Science Top Stories

This organism eats stone and makes sand

creature 2

Lithoredo abatanica is an organism with a strange urge for food: This creature eats stone. And when it excretes, what comes out is sand, the leftovers of a nonetheless-mysterious digestion course of. The mollusk, unearthed from the underside of a river within the Philippines, was revealed this week by a world group of scientists in Proceedings of the Royal Society B. It’s a shipworm, a gaggle of burrowing animals associated to clams, however so wholly different from identified examples that it’s each a brand new species and genus.

Shipworms are often identified for their behavior of consuming wood. They use their shells, connected to one end of their bodies, as chewing gadgets to burrow into and eat ship bottoms, docks, and some other submerged wood. The habit has made them the plague of mariners old and new, and in current occasions, they’ve even sampled the delights of at least one New York Metropolis pier.
Wood-consuming shipworms fascinate scientists as they digest pulverized wooden with the assistance of symbiotic microorganisms that reside in their gills. The organism manufactures an array of enzymes and different substances, and finding out about them and discovering new shipworms could prove useful with the seek for new antibiotics, a topic of curiosity to the scientists behind the brand new paper.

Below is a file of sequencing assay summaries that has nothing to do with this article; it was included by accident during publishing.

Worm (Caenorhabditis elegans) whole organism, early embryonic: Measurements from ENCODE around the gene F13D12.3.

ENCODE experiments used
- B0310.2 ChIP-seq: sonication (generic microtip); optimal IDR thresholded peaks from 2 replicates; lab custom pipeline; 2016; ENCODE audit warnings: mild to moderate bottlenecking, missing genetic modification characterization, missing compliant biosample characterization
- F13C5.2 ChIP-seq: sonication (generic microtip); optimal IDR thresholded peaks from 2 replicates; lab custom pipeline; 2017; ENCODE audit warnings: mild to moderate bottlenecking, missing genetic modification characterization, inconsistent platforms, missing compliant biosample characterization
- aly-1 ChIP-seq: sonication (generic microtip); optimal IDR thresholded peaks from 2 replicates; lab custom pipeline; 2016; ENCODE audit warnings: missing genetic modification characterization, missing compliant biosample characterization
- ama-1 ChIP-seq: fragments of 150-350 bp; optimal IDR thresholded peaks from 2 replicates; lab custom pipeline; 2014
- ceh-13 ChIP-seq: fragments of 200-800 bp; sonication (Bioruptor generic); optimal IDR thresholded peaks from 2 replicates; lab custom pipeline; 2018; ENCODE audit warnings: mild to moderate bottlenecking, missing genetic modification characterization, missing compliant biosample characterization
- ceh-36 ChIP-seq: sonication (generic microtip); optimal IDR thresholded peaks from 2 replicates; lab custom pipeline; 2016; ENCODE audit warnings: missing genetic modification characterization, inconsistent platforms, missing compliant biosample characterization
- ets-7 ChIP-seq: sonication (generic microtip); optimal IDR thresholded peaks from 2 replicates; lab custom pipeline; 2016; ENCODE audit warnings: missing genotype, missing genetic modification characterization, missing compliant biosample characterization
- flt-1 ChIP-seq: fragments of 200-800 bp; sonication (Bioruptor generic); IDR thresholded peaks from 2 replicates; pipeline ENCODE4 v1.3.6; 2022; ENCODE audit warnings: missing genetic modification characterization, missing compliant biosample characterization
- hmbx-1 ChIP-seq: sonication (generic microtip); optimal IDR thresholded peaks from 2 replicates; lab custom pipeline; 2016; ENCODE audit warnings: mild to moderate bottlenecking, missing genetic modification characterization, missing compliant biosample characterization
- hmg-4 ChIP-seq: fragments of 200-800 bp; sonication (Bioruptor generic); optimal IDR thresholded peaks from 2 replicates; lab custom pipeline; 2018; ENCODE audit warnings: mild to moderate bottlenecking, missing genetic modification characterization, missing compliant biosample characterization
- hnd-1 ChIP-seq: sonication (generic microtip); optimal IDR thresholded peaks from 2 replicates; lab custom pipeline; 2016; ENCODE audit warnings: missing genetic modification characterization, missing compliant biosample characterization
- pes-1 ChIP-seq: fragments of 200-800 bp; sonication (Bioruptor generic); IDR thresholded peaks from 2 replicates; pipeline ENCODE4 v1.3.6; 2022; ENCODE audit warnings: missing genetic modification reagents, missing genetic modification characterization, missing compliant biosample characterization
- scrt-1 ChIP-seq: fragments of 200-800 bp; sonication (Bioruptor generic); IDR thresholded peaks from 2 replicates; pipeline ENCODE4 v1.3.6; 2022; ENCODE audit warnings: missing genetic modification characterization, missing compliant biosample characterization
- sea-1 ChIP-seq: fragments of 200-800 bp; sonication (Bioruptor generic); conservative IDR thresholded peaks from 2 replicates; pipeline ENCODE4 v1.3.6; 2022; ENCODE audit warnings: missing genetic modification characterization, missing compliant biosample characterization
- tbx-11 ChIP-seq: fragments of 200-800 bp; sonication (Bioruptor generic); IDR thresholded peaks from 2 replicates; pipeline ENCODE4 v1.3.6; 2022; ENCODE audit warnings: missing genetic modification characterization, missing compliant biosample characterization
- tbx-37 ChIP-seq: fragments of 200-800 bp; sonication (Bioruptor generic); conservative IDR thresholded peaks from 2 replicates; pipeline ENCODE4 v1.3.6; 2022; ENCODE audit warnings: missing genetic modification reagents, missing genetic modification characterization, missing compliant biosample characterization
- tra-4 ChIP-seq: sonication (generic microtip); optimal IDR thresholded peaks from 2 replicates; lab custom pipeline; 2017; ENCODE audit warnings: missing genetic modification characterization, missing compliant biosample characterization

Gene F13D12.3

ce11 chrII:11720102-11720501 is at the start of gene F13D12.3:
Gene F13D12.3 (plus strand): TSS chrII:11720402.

They first heard reviews of a mysterious shipworm within the Abatan River on Bohol Island some years in the past, from an expedition organized by the French Nationwide Museum of Pure Historical past. Reuben Shipway and Daniel Distel of Northeastern College, members of the Philippine Mollusk Symbiont Worldwide Collaborative Biodiversity Group, went seeking the creatures with snorkeling masks and chisels in tow. The cecum, a large organ utilized in digesting wooden that’s widespread throughout shipworms, was lacking within the new species. The shipworms’ guts, nevertheless, have been filled with fragments of stone, which chemical evaluation confirmed to be the same stone that the animals have been dwelling in. What got here out was stone, too.
Precisely what the shipworms are getting from the stone isn’t but clear. One chance, the researchers speculate, is that the granules may very well be helping them to grind up plankton and different creatures floating within the water, a lot the best way gizzard stones assist birds in breaking down meals they’ve swallowed whole.

However, it might be that the worms are in a position to extract vitamins from the stone in a method not but understood. The gills of the stone-consuming shipworms are a lot bigger than different shipworms’, suggesting that the organ’s tiny inhabitants could also be notably necessary to the creature’s survival. The workforce is now engaged in sequencing the genomes of L. abatanica’s symbionts to determine them and get a glimpse of how their metabolism works.

About the author

Emily Rodriguez

Add Comment

Click here to post a comment